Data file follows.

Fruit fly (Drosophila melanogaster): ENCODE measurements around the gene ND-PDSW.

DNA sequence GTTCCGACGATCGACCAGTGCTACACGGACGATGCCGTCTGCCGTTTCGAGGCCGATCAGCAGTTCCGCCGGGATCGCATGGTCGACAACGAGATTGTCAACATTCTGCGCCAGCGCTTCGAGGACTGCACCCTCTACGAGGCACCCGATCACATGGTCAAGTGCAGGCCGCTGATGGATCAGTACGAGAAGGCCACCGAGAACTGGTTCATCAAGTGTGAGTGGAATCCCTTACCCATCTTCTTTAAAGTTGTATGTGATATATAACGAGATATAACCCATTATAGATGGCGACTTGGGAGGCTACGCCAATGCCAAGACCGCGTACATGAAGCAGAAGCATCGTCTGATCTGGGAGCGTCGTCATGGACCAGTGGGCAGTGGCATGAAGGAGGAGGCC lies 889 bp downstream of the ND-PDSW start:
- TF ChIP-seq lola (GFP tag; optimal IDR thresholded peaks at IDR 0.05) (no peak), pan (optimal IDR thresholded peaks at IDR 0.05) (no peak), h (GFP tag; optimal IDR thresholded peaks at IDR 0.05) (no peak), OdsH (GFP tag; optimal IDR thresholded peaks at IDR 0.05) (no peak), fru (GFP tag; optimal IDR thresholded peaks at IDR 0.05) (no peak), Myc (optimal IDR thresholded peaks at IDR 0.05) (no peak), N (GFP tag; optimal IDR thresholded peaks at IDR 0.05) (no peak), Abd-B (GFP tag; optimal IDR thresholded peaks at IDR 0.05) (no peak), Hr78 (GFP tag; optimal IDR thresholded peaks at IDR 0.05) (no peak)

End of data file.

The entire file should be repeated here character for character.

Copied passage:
Fruit fly (Drosophila melanogaster): ENCODE measurements around the gene ND-PDSW.

DNA sequence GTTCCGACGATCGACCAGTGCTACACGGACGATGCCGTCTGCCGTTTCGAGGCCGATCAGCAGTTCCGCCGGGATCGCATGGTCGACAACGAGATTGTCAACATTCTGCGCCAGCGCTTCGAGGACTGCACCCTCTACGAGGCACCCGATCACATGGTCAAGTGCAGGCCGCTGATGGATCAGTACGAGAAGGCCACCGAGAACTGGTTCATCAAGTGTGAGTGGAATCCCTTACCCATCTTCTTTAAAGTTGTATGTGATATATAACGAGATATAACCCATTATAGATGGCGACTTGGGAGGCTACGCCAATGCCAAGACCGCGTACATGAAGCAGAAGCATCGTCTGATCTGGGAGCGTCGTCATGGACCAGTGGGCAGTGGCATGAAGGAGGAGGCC lies 889 bp downstream of the ND-PDSW start:
- TF ChIP-seq lola (GFP tag; optimal IDR thresholded peaks at IDR 0.05) (no peak), pan (optimal IDR thresholded peaks at IDR 0.05) (no peak), h (GFP tag; optimal IDR thresholded peaks at IDR 0.05) (no peak), OdsH (GFP tag; optimal IDR thresholded peaks at IDR 0.05) (no peak), fru (GFP tag; optimal IDR thresholded peaks at IDR 0.05) (no peak), Myc (optimal IDR thresholded peaks at IDR 0.05) (no peak), N (GFP tag; optimal IDR thresholded peaks at IDR 0.05) (no peak), Abd-B (GFP tag; optimal IDR thresholded peaks at IDR 0.05) (no peak), Hr78 (GFP tag; optimal IDR thresholded peaks at IDR 0.05) (no peak)